Imagine walking through a dark room where everything you knock over costs your company $100,000. Urban site selection feels like this right now – dependant on out-of-date traffic studies, data aggregators with clunky algorithms, and best guesses from industry experts. But what if we could just flip the lights on, let real data lead, and remove bias from the site selection process?
Urban living is becoming the new normal — already 87% of people in the US live in urban areas according to the US Census Bureau. Brands want to be where people are, but suburban demographics and population data doesn’t hold true when expanding into urban market. So the urban site selection process relies on slivers of data to estimate the potential for new locations but does not give a comprehensive picture:
● DOT offers a snapshot of traffic but doesn’t count pedestrians.
● Hand Counting is only as accurate as the person counting is vigilant.
● Data Aggregators that pull data from everywhere they can: Twitter, Weather, DOT and Tarot Cards. Building black boxes put out nice reports but little of it verifiable.
What is this data-gap costing you?
One poorly placed location can wash away the success of others. A few poorly place locations can quickly turn a successful expansion into an expensive liability. So why do we still turn to these antiquated numbers? Because until now we were looking in the wrong place. It turns out, the key metric in urban markets is pedestrian traffic.
Companies that are able to benchline their pedestrian traffic by measuring external activity at storefronts are creating a new KPI that never existed: the value of a real-world impression. As we know, digital impressions track how many eyeballs see an ad. When compared to revenue, the value of an ad space can be quantified. And subsequently, a minimum level of impressions needed to reach a certain level of revenue can be identified. Taking this outside and into the physical world, companies can quantify the value of a pedestrian walking by and extrapolate the potential revenue of a new location. By pairing the counts with the average sale per customer, companies can create a new, data-based, and reliable standard for retail site selection modeling.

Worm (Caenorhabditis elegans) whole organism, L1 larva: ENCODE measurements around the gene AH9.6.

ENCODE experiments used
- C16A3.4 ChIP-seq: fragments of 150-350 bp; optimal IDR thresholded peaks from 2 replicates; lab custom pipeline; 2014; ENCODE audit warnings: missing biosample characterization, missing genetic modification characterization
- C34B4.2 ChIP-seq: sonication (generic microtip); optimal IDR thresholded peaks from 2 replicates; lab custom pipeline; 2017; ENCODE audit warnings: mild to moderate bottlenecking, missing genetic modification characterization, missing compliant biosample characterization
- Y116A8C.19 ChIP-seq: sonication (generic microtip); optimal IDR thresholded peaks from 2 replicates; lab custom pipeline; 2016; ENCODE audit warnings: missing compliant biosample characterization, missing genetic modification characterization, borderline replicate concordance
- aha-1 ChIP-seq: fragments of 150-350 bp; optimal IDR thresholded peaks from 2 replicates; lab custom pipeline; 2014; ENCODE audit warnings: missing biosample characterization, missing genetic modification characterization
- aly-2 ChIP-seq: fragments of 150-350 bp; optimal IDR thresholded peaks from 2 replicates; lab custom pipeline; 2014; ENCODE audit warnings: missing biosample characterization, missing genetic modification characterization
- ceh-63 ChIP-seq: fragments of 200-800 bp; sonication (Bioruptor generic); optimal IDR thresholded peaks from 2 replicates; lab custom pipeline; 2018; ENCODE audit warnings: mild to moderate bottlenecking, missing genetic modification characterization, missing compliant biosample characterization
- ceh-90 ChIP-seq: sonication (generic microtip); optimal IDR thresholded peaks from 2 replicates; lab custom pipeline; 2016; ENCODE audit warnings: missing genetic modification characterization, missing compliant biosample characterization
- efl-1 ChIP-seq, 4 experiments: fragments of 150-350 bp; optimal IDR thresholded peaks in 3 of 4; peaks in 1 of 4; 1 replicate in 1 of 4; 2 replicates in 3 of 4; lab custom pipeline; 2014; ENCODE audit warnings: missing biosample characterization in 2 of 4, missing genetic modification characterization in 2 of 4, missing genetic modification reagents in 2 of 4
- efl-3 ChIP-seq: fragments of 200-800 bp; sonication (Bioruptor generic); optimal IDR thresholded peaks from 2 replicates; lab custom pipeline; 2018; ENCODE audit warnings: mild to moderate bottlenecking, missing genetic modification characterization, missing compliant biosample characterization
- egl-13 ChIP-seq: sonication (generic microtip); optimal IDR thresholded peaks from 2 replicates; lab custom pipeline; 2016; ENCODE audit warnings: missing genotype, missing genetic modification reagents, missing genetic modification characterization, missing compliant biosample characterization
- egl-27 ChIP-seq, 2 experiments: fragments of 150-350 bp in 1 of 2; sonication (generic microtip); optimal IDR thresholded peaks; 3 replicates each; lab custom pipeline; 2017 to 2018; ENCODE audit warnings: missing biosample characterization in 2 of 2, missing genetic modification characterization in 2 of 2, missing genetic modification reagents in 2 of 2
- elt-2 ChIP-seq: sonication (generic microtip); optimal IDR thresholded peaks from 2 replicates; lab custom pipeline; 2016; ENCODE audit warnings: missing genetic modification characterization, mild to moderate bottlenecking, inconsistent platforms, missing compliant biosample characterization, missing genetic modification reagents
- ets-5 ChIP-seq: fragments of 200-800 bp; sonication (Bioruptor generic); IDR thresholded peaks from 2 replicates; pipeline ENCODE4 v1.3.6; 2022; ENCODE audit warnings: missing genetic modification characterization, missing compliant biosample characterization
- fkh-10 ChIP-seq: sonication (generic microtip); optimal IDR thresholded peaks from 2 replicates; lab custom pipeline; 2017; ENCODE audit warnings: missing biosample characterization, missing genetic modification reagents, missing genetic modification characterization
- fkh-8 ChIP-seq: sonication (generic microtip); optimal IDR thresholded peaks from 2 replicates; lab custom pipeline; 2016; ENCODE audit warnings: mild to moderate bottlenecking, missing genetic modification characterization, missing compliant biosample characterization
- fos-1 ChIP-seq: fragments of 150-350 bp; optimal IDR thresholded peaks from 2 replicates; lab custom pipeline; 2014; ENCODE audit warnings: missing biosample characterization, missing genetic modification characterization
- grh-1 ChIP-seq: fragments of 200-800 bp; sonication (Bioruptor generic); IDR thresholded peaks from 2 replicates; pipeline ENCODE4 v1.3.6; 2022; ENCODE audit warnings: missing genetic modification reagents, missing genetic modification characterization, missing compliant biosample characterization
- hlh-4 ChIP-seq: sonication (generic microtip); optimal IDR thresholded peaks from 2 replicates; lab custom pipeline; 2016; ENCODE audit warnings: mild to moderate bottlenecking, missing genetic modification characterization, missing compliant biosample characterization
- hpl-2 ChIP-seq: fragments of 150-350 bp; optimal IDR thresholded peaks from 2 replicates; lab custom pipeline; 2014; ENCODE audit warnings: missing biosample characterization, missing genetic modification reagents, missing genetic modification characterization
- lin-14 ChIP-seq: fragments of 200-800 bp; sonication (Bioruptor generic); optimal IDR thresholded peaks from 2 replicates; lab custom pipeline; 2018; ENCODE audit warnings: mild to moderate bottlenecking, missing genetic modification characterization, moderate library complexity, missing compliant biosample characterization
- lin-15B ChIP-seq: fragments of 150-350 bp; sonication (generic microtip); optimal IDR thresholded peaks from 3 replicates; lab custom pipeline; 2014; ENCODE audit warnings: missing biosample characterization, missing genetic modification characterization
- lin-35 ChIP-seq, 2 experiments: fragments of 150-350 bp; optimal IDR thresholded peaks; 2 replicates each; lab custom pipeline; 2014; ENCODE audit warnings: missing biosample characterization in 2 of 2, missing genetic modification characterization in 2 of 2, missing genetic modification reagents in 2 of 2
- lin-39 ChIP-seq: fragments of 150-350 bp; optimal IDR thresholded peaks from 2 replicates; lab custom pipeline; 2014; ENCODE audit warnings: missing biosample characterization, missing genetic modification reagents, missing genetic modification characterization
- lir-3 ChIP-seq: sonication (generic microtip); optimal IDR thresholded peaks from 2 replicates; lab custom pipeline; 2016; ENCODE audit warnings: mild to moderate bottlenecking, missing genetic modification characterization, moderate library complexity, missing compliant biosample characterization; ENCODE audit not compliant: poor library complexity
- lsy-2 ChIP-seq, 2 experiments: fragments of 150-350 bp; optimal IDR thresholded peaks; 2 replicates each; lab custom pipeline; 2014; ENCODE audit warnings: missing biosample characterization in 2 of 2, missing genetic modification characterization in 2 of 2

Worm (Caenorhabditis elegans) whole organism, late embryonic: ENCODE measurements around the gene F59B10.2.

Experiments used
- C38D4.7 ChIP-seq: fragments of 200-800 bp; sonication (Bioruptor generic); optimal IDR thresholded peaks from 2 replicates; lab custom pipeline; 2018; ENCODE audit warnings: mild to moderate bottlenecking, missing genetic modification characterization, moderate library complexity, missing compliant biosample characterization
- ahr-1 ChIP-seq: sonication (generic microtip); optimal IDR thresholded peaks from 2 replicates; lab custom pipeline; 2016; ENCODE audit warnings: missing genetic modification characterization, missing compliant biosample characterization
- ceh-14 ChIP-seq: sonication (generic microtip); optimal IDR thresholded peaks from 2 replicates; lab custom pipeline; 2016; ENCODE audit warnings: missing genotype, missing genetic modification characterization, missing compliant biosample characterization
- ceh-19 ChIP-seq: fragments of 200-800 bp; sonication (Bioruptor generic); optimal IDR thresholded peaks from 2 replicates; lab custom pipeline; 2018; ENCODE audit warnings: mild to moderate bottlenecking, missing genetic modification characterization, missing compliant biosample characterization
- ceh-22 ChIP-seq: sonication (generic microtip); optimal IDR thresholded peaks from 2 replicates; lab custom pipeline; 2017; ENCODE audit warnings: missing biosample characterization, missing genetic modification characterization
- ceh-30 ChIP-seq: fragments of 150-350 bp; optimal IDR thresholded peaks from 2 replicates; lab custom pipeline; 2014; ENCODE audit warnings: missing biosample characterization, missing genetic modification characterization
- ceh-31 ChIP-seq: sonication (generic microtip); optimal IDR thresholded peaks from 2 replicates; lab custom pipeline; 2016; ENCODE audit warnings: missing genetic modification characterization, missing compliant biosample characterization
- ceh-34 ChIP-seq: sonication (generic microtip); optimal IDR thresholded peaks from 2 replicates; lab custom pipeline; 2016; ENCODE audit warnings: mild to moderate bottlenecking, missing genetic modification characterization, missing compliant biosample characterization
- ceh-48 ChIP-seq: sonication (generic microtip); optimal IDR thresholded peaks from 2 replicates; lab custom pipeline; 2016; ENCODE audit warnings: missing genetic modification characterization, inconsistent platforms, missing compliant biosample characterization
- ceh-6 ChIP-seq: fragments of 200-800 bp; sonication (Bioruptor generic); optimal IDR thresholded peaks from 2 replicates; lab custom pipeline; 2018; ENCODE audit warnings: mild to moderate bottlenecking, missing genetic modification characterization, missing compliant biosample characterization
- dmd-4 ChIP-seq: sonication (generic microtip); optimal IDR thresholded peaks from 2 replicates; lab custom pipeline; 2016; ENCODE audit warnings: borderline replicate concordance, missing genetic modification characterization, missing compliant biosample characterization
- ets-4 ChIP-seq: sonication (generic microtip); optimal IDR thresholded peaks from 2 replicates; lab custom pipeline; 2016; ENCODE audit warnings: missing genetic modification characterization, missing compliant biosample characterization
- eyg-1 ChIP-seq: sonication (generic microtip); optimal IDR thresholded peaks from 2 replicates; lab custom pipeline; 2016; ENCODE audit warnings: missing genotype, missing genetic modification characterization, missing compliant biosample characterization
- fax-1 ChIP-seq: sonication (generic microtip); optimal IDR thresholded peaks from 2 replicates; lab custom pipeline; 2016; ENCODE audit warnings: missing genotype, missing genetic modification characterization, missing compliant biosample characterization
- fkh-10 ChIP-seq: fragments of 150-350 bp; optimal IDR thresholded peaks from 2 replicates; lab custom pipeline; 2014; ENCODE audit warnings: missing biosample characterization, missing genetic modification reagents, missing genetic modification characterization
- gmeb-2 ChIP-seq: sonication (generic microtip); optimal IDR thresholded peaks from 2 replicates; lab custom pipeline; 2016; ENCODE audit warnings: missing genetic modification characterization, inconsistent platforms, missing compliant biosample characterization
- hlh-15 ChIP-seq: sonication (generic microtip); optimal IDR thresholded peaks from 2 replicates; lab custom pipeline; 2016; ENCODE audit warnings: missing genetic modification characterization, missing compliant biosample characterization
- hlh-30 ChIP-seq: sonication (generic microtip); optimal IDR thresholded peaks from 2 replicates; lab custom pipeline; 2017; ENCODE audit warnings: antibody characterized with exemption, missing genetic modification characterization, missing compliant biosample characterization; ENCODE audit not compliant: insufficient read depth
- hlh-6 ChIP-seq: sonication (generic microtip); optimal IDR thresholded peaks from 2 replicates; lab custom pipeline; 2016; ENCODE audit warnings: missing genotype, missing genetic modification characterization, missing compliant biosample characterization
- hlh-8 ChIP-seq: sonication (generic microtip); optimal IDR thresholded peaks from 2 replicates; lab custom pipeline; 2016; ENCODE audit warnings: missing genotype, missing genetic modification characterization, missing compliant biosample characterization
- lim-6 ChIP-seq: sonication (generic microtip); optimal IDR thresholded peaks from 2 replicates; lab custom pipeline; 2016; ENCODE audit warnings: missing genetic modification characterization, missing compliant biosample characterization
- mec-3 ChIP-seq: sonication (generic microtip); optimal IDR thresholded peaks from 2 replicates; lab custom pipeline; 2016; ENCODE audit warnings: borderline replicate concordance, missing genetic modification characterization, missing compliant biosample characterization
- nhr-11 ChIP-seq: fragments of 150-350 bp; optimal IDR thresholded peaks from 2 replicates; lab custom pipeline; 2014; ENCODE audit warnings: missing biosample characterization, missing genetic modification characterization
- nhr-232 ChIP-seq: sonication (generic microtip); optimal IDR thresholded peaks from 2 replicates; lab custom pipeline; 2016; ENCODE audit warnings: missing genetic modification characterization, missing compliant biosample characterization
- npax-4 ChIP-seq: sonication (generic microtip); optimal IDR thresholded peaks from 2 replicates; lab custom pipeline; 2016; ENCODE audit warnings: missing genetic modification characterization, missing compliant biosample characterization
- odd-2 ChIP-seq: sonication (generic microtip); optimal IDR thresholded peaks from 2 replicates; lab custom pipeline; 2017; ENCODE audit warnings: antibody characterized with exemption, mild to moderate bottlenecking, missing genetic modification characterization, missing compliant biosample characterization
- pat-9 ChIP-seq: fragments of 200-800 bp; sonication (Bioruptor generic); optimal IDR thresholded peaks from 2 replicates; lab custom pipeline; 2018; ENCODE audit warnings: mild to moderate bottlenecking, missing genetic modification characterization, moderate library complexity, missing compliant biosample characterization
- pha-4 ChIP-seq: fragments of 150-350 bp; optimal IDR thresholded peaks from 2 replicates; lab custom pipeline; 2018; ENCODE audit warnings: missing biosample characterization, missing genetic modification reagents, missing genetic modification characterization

How Pedestrian Counts are Collected.
You need pedestrian counts. What can you do to get them? Send out an intern? Seems like an ok way, but what happens when it’s raining, or your intern gets hungry? Or when they are daydreaming about their next “big-kid job.” What about at night or early morning? Interns aren’t reliable counters. And they certainly aren’t scalable. That’s why Motionloft created the most advanced computer vision sensor on the market to collect counts and report on activity about anything your intern could, but without the pesky need for food, alertness, or work/life balance. Our sensors don’t record video of people; they track actions and relay what they see in the form of small data packages sent over the LTE network. This means we can install anywhere there’s a place for us to plug in.
Motionloft: Why Your Urban Expansion Efforts Will Fail.